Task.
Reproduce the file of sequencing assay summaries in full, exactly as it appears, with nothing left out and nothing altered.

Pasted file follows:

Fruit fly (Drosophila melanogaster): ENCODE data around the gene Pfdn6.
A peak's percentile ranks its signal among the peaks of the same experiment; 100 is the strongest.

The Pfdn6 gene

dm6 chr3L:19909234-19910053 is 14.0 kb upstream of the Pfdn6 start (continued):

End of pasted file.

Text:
Fruit fly (Drosophila melanogaster): ENCODE data around the gene Pfdn6.
A peak's percentile ranks its signal among the peaks of the same experiment; 100 is the strongest.

The Pfdn6 gene

dm6 chr3L:19909234-19910053 is 14.0 kb upstream of the Pfdn6 start (continued):